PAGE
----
CR 20:189-202 (2002)  -  doi:10.3354/cr020189

Air flow influences on local climate: comparison of a regional climate model with observations over the United Kingdom

John R. Turnpenny*,**, Jennifer F. Crossley, Mike Hulme*, Timothy J. Osborn

Climatic Research Unit, School of Environmental Sciences, University of East Anglia, Norwich NR4 7TJ, United Kingdom
*Present address: Tyndall Centre for Climate Change Research, School of Environmental Sciences, University of East Anglia, Norwich NR4 7TJ, United Kingdom. **E-mail:

ABSTRACT: The relationships between synoptic-scale air flow variability and surface temperature and precipitation simulated by the Hadley Centre¹s HadRM2 regional climate model (RCM; horizontal resolution 50 km) were compared with observed relationships for the UK. The aims of the work were to test how well HadRM2 replicated observed relationships between atmospheric circulation and surface climate at a daily scale and to compare the regional model¹s performance with the global climate model (GCM) within which the HadRM2 is nested (the HadCM2 GCM). Synoptic-scale air flow variability over the UK was measured on a daily time scale by 3 indices: geostrophic flow strength, vorticity and direction. The frequency distribution of these 3 UK air flow indices is well simulated by HadRM2 in most seasons, with significant differences most noticeable in winter vorticity (the model has a bias to cyclonic vorticity) and in spring flow direction. Although HadCM2 also produced a reasonable simulation of the major frequency distribution features, HadRM2 represents a significant improvement; in 8 of the 12 distributions the simulations were not significantly different from the observations. The relationship between temperature and air flow indices was very well simulated by HadRM2, representing a marked improvement over HadCM2. However, similar relationships for precipitation were slightly less accurate in the RCM than the GCM, the main feature being overestimation of precipitation totals by between 20 and 50% in all seasons in the 2 regions studied. This is possibly due to propagation of GCM biases through the RCM boundary conditions, and may be overcome by running HadRM2 using observed rather than GCM data for the boundary conditions. Overall, the results show that more confidence could be placed in future UK climate change scenarios generated using HadRM2 rather than HadCM2 alone.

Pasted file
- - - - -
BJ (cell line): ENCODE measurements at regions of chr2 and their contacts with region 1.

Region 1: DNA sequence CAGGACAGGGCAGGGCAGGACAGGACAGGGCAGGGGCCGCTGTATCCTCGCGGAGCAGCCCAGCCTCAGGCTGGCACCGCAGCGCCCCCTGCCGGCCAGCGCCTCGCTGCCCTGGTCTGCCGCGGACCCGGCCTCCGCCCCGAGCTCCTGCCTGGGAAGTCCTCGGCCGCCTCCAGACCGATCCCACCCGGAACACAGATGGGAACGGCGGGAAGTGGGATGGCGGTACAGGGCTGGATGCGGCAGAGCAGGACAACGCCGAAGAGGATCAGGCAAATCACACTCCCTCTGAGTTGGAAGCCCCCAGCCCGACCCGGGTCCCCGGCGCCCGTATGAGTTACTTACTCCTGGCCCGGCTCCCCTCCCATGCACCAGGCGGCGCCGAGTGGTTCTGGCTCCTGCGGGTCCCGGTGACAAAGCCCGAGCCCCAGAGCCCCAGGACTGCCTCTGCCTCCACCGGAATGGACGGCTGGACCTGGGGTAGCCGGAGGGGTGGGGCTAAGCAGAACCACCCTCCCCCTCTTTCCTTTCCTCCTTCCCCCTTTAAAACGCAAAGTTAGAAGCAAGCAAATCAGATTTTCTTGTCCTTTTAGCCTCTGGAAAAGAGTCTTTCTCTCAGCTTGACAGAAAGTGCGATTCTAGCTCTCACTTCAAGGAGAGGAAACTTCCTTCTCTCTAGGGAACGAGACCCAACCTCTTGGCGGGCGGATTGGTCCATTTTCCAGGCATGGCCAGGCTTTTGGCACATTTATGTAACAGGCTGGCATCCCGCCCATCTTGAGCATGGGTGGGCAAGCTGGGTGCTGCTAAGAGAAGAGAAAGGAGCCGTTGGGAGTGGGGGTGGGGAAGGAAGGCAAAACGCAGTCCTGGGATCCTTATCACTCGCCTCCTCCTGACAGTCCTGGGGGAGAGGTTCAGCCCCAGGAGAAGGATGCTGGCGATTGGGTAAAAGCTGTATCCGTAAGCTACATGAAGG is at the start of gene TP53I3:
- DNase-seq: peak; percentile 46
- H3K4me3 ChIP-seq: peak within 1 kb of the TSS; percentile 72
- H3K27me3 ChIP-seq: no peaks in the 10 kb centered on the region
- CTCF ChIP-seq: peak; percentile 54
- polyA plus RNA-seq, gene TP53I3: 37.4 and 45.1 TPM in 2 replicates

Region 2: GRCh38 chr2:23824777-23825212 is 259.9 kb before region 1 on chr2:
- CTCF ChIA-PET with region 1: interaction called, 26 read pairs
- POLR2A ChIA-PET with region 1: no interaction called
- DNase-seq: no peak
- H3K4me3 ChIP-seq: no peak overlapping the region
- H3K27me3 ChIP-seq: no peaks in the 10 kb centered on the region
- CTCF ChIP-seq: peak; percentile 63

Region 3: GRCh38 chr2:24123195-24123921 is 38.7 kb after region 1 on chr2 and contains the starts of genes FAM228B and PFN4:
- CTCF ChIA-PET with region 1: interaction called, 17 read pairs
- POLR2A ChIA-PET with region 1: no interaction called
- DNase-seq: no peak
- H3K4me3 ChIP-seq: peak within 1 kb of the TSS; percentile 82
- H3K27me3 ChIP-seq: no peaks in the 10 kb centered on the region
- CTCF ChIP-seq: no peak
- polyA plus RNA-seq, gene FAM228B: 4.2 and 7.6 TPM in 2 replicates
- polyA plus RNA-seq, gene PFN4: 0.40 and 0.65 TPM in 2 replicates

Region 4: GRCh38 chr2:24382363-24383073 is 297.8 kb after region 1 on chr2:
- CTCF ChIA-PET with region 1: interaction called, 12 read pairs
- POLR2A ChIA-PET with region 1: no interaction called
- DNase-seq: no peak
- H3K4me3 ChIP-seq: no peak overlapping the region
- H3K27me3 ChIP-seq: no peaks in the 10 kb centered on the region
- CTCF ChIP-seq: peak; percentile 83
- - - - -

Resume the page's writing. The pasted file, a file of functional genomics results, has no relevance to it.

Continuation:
KEY WORDS: UK climate · Synoptic circulation · Regional climate model · Model evaluation · HadRM2


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